As seen in the January 24 issue.
Jessica Lu, news editor
Math teacher Michel Paul discovered that he liked math when he was in third grade. He had just finished a problem set when it came together for him.
Years later, in middle school, Paul discovered another interest of his.
“I was reading a newspaper article about some girl in my hometown who was going off to college to study philosophy,” he said. “The word ‘philosophy’ just gave me goosebumps. It seemed to me that there was something significant, that it was an important type of knowledge and I wanted to pursue it.”
Throughout his life, Paul found that the subjects of math and philosophy tied together almost effortlessly. For him, they evoke ideas from one another that lead to a deeper understanding of both subjects.
“I’ve always regarded mathematics as a doorway into philosophy,” he said. “In fact, Plato hung on the doorway of his academy: ‘Let no one ignorant of geometry enter here.’”
At Earlham College in Richmond, Va., Paul earned a Bachelor’s degree in mathematics and philosophy. Though he knew he wanted to teach as a profession, he decided to travel first. He lived in India for several months, and while there, studied Indian philosophy through philosopher Bertrand Russell’s “Mysticism and Logic.”
“I traveled around the world because I was interested in spiritual philosophy,” he said. “At one point I realized it was time to start teaching, and so I entered a teacher training program.”
He first taught in East Los Angeles at Stevenson Junior High, and later applied for an open position at Beverly. While teaching Math Analysis Computational and Functions, Statistics and Trigonometry classes, Paul is also instructing Beverly’s first year of AP Computer Science. Paul wishes to share his mindset about mathematics with a philosophical spin with his students.
“I’d like my students to understand that mathematics comes from within,” he said. “It’s not a matter of memorization or imposing something from the outside.”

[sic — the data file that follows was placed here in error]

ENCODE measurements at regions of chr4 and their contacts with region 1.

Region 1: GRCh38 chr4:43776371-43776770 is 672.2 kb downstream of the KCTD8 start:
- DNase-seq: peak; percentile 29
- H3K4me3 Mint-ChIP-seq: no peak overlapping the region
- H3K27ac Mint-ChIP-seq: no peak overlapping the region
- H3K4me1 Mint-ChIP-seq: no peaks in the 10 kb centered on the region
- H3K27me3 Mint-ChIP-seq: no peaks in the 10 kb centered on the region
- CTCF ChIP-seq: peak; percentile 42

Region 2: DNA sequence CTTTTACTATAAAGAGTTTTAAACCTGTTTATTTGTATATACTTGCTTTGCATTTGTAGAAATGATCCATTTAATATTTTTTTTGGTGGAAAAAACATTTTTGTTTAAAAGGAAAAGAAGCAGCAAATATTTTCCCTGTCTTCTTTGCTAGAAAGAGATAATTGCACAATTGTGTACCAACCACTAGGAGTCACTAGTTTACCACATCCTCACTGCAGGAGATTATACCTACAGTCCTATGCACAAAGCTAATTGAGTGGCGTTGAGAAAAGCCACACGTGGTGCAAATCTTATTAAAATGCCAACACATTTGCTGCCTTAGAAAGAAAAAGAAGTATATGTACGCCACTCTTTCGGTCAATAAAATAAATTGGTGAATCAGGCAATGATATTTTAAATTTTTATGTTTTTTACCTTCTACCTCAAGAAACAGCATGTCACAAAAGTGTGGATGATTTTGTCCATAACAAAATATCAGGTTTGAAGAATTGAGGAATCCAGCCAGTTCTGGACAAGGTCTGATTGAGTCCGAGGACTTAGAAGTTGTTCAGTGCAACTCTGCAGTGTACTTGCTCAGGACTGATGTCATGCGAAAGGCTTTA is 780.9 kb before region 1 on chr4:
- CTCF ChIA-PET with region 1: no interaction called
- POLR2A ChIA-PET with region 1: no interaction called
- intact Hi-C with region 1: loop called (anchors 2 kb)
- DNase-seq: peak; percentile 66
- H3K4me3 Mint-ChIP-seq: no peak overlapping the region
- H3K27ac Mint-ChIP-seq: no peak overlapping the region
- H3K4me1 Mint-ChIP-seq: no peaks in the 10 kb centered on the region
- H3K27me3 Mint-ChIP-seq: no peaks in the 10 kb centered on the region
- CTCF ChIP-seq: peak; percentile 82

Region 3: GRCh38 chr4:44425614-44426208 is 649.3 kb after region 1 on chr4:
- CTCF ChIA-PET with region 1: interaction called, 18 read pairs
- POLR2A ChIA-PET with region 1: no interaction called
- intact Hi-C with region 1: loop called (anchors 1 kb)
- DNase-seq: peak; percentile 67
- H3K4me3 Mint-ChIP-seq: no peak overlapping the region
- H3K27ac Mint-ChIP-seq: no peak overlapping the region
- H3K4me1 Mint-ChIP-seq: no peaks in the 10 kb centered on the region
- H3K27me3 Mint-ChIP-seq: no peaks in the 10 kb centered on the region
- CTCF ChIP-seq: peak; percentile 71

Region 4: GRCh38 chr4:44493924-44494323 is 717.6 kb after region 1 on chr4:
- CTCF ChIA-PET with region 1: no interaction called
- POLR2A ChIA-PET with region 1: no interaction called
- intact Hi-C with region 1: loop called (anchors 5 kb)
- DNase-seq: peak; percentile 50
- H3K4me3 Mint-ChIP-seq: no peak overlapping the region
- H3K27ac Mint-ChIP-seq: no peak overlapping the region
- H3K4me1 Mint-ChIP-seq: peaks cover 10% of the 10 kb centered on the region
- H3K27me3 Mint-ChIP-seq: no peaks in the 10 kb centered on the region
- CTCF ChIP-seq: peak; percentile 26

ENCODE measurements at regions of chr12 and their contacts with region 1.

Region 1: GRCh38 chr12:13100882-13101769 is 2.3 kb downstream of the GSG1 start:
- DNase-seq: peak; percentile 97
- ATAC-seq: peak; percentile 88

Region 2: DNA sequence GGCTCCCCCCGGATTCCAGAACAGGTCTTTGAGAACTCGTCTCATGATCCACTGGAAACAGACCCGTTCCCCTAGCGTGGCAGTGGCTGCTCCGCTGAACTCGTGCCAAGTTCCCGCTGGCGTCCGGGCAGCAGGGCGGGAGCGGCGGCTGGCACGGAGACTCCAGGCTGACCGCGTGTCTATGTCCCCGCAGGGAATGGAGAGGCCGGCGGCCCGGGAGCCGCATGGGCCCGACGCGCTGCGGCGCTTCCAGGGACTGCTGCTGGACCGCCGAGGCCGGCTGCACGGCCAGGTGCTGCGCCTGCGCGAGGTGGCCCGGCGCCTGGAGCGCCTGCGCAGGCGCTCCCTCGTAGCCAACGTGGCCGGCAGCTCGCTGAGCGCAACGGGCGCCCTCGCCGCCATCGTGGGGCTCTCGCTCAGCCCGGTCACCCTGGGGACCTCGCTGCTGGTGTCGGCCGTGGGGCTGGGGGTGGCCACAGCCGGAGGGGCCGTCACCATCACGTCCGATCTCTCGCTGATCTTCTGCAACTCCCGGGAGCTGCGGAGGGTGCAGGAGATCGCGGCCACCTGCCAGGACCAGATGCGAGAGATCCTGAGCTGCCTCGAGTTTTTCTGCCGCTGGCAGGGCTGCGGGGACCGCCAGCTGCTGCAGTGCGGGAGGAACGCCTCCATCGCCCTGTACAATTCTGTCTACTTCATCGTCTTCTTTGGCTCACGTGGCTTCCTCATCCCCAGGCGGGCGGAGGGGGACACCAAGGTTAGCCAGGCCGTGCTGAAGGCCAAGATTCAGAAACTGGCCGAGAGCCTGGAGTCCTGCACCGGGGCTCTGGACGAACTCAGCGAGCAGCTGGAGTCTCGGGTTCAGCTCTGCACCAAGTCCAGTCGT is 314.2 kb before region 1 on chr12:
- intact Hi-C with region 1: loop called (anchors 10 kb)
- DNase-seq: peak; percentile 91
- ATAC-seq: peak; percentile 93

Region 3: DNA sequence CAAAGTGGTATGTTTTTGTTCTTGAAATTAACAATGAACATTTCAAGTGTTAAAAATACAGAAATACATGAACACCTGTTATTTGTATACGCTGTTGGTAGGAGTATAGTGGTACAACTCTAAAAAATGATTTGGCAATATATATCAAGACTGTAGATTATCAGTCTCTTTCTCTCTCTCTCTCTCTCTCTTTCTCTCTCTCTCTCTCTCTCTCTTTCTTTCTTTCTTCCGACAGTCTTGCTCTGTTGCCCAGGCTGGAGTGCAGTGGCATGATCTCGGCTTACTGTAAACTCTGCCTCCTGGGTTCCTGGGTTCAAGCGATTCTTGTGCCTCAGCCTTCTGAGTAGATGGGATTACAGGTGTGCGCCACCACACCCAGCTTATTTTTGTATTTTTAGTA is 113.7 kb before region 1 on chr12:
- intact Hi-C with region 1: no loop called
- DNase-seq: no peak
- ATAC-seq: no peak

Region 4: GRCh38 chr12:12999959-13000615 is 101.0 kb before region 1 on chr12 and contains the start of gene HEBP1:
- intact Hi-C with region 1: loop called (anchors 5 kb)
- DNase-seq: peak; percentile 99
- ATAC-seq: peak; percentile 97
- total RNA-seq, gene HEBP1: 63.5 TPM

This belief may be related to Paul’s occasional meditation session that he holds during his classes. Outside of school, he still pursues his philosophical interests as a member of the Skeptics Society, which meets monthly at California Institute of Technology. The Skeptics Society is a nonprofit scientific and educational organization that, according to its website, investigates “paranormal, fringe science, pseudoscience and extraordinary claims.” For Paul, it provides an opportunity to meet with people with similar interests.
“I just like discussing philosophy with anyone who is interested,” Paul explained.
Though he did not major in Computer Science in college (it was not offered at the time), he believes that his studies in philosophy prepared him for the field. Its relation to information theory, or the study of how information is quantified, particularly resonates with Paul.
“It was philosophy that gave me the mindset for Computer Science,” he said. “Information, matter and energy have always existed and they coexist. Humans did not create information, they discovered that it existed. That, in itself, is philosophical.”
According to Paul, an additional philosophical element comes from the questions that are emerging alongside the rise of Computer Science.
“Philosophy, mathematics and Computer Science are having all kinds of great dialogue,” he said. “With the rise of artificial intelligence, all sorts of old questions in philosophy that used to be considered quaint are now being revitalized.”
Paul sees these “old questions” relating to what information and knowledge are, and how they can be quantified. Because he can draw these types of connections, Paul places emphasis on the future of Computer Science.
“It has become the new language of science,” he said. “It is giving us a new way of thinking what the physical universe is.”